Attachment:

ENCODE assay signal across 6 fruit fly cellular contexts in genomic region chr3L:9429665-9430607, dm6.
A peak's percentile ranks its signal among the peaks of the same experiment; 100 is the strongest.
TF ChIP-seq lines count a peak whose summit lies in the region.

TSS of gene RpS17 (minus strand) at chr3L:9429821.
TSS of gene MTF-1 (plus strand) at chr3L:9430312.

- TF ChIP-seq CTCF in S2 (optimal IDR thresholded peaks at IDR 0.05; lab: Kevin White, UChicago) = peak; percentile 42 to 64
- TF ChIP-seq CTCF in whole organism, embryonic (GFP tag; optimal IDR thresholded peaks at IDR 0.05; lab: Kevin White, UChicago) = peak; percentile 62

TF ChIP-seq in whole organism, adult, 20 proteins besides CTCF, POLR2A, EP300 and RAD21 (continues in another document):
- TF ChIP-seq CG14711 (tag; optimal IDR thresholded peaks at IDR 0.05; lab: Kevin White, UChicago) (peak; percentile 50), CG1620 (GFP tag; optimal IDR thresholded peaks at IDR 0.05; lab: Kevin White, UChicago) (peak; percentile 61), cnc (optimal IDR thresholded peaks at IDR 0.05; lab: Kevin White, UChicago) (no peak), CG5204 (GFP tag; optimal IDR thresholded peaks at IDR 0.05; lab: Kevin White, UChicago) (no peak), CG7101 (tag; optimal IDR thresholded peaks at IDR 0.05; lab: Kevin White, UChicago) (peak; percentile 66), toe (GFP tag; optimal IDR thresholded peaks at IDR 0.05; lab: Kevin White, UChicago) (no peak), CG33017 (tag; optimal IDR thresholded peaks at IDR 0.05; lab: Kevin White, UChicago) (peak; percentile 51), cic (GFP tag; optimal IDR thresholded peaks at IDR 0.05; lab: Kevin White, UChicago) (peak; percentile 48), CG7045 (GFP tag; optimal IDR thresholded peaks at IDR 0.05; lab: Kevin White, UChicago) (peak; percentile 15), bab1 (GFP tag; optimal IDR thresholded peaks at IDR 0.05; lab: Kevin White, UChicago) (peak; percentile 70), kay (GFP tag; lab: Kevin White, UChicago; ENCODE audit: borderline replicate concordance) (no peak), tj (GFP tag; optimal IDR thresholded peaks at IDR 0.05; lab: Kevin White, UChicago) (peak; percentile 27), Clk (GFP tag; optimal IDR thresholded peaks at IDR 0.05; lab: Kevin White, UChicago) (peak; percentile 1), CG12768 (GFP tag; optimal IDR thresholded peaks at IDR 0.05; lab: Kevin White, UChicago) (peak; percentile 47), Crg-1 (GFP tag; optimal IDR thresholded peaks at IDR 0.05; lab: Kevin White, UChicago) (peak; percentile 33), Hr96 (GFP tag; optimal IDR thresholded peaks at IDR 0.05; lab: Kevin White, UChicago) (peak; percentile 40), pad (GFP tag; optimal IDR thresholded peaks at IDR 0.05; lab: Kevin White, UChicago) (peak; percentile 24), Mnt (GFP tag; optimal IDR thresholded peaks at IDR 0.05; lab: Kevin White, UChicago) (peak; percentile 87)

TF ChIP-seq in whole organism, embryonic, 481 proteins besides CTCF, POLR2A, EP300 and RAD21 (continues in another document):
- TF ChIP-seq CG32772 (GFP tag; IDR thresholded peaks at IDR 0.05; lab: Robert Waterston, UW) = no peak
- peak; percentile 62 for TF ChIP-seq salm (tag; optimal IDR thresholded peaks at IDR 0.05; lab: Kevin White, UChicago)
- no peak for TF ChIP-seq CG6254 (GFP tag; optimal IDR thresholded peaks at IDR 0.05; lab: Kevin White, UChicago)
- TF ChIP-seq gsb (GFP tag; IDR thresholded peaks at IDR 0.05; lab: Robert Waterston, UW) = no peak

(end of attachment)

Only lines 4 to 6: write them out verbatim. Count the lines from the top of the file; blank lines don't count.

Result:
TSS of gene RpS17 (minus strand) at chr3L:9429821.
TSS of gene MTF-1 (plus strand) at chr3L:9430312.

- TF ChIP-seq CTCF in S2 (optimal IDR thresholded peaks at IDR 0.05; lab: Kevin White, UChicago) = peak; percentile 42 to 64